where we assume \({u}_{j},{v}_{j}\in {\mathbb{R}}\) for simplicity. If the first Bogoliubov mode is in its quantum ground state, \(\langle {\beta }_{1}^{{\dagger} }{\beta }_{1}\rangle =0\), the inter-particle correlation \(\langle {b}_{1}{b}_{2}+{b}_{1}^{{\dagger} }{b}_{2}^{{\dagger} }\rangle\) is determined by the occupations of the particle modes \({n}_{j}=\langle {b}_{j}^{{\dagger} }{b}_{j}\rangle\) via the relation (assuming u1,2 ≠ 0)

$$\langle {b}_{1}{b}_{2}+{b}_{1}^{{\dagger} }{b}_{2}^{{\dagger} }\rangle =-\frac{{u}_{1}^{2}({n}_{1}+1)+{u}_{2}^{2}{n}_{2}}{{u}_{1}{u}_{2}}.$$

With this result, the occupation of the second Bogoliubov mode is given by

$$\langle {\beta }_{2}^{{\dagger} }{\beta }_{2}\rangle ={v}_{1}^{2}\left(1-\frac{{u}_{1}{v}_{2}}{{u}_{2}{v}_{1}}\right){n}_{1}+{v}_{2}^{2}\left(1-\frac{{u}_{2}{v}_{1}}{{u}_{1}{v}_{2}}\right){n}_{2}+{v}_{2}^{2}\left(1-\frac{{u}_{1}{v}_{1}}{{u}_{2}{v}_{2}}\right).$$

Since nj ≥ 0, zero occupation of the Bogoliubov mode β2 is possible only when u1v1 = u2v2 which implies orthogonal modes; we then have the commutator

$$[{\beta }_{1},{\beta }_{2}]=-{u}_{1}{v}_{1}+{u}_{2}{v}_{2}=0.$$

In addition, even for orthogonal Bogoliubov modes, we can have \(\langle {\beta }_{2}^{{\dagger} }{\beta }_{2}\rangle =0\) only if u1 = u2 = v1 = v2 which corresponds to a maximally entangled (and infinitely squeezed) state.

Genuine tripartite entanglement from two-particle Bogoliubov modes

To estimate the feasibility of creating strong multipartite entanglement between N particles from few-particle Bogoliubov modes, we analyze generation of genuine tripartite entanglement from two-particle Bogoliubov modes. We set λ3 = 0 in Eq. (9), obtaining the Bogoliubov modes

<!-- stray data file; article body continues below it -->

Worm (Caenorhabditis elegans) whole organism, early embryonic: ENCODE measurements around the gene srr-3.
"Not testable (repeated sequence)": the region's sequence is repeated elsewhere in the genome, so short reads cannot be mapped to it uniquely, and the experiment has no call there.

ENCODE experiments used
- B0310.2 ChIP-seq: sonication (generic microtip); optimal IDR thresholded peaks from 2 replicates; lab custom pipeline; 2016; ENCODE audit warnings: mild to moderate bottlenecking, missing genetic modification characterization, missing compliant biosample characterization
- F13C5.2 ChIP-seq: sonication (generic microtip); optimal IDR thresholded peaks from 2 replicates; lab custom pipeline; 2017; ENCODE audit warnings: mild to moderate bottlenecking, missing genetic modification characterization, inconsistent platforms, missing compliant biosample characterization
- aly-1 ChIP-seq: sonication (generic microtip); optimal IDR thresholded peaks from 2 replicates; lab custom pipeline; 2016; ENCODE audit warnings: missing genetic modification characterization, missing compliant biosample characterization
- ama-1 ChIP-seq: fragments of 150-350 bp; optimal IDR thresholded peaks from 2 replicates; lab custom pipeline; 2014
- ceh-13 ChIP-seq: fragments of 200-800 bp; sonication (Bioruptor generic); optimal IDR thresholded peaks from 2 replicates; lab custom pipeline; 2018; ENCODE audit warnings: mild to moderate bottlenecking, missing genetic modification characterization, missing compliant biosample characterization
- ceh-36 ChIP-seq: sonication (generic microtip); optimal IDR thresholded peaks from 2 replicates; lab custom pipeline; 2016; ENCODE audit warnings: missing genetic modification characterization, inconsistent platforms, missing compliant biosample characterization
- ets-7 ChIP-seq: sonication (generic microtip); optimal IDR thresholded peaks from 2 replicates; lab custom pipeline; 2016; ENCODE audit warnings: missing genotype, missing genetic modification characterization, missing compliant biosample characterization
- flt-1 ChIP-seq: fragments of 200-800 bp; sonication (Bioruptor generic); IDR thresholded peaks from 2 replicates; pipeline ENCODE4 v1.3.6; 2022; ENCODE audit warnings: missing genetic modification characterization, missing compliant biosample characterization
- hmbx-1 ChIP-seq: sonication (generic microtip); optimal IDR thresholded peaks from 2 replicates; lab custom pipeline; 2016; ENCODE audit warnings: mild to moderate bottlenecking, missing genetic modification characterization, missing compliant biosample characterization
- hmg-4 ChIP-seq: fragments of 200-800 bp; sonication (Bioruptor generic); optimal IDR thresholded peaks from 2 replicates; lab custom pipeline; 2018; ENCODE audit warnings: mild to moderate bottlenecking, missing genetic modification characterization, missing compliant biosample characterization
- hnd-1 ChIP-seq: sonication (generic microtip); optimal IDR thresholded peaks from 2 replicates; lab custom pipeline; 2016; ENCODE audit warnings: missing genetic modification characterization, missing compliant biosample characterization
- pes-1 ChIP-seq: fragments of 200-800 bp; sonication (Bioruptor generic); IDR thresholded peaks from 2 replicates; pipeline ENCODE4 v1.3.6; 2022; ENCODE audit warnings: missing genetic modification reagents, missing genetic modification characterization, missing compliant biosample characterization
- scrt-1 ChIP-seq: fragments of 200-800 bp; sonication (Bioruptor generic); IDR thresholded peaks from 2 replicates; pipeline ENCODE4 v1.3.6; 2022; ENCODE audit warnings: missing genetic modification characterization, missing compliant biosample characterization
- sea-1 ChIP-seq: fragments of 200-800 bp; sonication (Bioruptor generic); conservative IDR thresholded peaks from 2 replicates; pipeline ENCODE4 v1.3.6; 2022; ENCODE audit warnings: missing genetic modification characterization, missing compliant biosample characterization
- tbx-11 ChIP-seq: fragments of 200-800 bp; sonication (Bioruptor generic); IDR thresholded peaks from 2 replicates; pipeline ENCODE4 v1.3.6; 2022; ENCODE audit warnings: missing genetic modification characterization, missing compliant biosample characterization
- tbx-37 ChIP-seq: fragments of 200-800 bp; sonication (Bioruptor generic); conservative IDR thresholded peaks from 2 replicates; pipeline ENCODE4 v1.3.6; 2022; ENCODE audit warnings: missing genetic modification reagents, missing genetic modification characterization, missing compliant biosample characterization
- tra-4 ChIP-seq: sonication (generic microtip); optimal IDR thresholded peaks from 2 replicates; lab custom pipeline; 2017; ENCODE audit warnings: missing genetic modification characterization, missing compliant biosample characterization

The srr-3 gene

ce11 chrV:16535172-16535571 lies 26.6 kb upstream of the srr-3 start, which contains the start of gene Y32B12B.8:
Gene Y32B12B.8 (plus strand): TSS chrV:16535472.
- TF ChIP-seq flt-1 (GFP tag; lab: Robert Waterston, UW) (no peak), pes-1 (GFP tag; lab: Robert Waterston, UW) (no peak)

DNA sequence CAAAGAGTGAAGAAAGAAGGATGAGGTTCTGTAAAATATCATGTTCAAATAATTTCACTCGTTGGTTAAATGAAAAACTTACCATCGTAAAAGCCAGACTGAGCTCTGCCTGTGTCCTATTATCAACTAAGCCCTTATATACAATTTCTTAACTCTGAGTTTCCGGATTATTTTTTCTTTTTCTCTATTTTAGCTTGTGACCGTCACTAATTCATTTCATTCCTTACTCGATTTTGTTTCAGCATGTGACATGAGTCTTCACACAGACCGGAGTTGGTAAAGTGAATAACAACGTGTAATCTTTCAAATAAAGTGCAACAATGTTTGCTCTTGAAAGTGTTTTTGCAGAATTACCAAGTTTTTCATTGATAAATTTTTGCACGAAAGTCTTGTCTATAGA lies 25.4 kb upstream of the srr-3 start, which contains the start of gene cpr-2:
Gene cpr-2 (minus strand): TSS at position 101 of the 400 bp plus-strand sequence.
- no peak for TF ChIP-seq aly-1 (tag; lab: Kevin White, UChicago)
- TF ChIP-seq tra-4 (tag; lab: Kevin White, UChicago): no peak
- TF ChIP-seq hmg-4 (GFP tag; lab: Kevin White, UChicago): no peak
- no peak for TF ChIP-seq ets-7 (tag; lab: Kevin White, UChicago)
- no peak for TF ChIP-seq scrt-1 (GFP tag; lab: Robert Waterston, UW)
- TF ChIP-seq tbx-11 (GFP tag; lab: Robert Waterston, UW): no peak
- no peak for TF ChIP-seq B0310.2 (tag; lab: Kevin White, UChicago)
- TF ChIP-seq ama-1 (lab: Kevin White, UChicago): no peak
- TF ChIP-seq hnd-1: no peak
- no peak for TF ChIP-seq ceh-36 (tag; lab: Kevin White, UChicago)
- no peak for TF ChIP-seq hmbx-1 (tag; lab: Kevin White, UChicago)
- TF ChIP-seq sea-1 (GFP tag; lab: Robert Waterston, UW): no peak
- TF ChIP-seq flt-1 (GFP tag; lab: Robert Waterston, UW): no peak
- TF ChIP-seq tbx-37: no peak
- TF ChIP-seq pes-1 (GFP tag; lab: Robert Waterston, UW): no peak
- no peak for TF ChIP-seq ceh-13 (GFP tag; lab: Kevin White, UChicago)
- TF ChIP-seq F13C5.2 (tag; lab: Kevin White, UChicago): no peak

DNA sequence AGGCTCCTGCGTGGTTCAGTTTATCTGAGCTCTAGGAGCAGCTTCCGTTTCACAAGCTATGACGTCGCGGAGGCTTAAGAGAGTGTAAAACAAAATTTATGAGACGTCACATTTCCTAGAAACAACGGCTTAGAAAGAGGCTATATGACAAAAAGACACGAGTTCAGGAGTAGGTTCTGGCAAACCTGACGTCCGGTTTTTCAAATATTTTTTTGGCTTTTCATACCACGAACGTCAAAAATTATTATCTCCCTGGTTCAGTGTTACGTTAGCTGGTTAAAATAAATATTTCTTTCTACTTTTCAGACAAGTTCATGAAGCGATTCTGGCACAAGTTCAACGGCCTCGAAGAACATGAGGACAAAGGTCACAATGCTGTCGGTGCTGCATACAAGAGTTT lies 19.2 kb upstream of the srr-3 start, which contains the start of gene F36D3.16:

$${\beta }_{1}={\lambda }_{1}{b}_{1}^{{\dagger} }+{\lambda }_{2}{b}_{2},{\beta }_{2}={\lambda }_{1}{b}_{2}^{{\dagger} }+{\lambda }_{2}{b}_{3},{\beta }_{3}={\lambda }_{1}{b}_{3}^{{\dagger} }+{\lambda }_{2}{b}_{1}$$

with \(-{\lambda }_{1}^{2}+{\lambda }_{2}^{2}=1\). With this set of modes, we aim to maximize the genuine tripartite entanglement \({E}_{3}^{(3)}\) by optimizing the coupling rates Gk.

The results of this optimization are shown in Fig. 5. In Fig. 5a, we study entanglement generation with equal coupling rates G1 = G2 = G3, resulting in equal entanglement in all bipartitions. For realistic experimental parameters, the attainable entanglement remains weak, reaching the maximum \({E}_{3,\max }^{(3)}\simeq 0.11\) (solid line); however, reducing thermal decoherence of the nanoparticle motion has the potential to significantly increase the amount of entanglement (see dashed line for zero-temperature mechanical bath, \(\bar{n}=0\)). Further improvements are possible with asymmetric coupling of the three Bogoliubov modes, G1 ≠ G2 ≠ G3, as shown in Fig. 5b. The entanglement is now distributed unequally among the three bipartitions but even the most weakly entangled bipartition (dot-dashed red line) can reach entanglement of \({E}_{3,\max }\simeq 0.37\) which surpasses the entanglement attainable for symmetric coupling.

Fig. 5: Genuine tripartite entanglement with two particles per Bogoliubov mode.
figure 5

a Entanglement \({E}_{3}^{(3)}\) optimized over symmetric coupling G1 = G2 = G3 in the presence of thermal noise (\(\bar{n}=2\times 1{0}^{7}\), solid) and in its absence (\(\bar{n}=0\), dashed). b Entanglement \({E}_{3}^{(3)}\) (solid blue line) optimized over general coupling rates G1 ≠ G2 ≠ G3. The asymmetry in coupling the three Bogoliubov modes to the cavity fields results in unequal entanglement in the three bipartitions as shown by plotting the corresponding logarithmic negativities E1,2,3. System parameters are the same as in Fig. 3.